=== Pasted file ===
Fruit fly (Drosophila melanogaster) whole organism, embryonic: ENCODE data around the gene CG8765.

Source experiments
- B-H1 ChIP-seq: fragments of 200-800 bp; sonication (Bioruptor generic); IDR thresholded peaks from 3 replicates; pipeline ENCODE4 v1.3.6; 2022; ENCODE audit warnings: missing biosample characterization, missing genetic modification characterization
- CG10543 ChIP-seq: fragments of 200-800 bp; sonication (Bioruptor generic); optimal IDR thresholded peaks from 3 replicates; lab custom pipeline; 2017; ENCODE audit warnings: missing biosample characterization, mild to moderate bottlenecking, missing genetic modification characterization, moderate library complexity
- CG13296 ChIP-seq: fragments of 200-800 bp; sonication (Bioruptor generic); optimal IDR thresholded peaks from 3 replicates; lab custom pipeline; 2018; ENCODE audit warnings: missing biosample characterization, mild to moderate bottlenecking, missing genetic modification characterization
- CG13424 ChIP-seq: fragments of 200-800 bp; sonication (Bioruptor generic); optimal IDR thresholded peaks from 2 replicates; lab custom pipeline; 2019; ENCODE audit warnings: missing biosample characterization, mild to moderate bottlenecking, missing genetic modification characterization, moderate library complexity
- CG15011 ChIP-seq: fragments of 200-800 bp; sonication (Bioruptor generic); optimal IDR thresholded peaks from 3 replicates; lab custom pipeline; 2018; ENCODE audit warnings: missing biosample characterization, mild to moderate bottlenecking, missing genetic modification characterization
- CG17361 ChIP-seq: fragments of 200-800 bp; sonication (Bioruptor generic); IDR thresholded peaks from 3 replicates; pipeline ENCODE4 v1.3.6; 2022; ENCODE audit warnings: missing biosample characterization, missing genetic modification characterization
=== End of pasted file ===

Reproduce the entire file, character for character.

Fruit fly (Drosophila melanogaster) whole organism, embryonic: ENCODE data around the gene CG8765.

Source experiments
- B-H1 ChIP-seq: fragments of 200-800 bp; sonication (Bioruptor generic); IDR thresholded peaks from 3 replicates; pipeline ENCODE4 v1.3.6; 2022; ENCODE audit warnings: missing biosample characterization, missing genetic modification characterization
- CG10543 ChIP-seq: fragments of 200-800 bp; sonication (Bioruptor generic); optimal IDR thresholded peaks from 3 replicates; lab custom pipeline; 2017; ENCODE audit warnings: missing biosample characterization, mild to moderate bottlenecking, missing genetic modification characterization, moderate library complexity
- CG13296 ChIP-seq: fragments of 200-800 bp; sonication (Bioruptor generic); optimal IDR thresholded peaks from 3 replicates; lab custom pipeline; 2018; ENCODE audit warnings: missing biosample characterization, mild to moderate bottlenecking, missing genetic modification characterization
- CG13424 ChIP-seq: fragments of 200-800 bp; sonication (Bioruptor generic); optimal IDR thresholded peaks from 2 replicates; lab custom pipeline; 2019; ENCODE audit warnings: missing biosample characterization, mild to moderate bottlenecking, missing genetic modification characterization, moderate library complexity
- CG15011 ChIP-seq: fragments of 200-800 bp; sonication (Bioruptor generic); optimal IDR thresholded peaks from 3 replicates; lab custom pipeline; 2018; ENCODE audit warnings: missing biosample characterization, mild to moderate bottlenecking, missing genetic modification characterization
- CG17361 ChIP-seq: fragments of 200-800 bp; sonication (Bioruptor generic); IDR thresholded peaks from 3 replicates; pipeline ENCODE4 v1.3.6; 2022; ENCODE audit warnings: missing biosample characterization, missing genetic modification characterization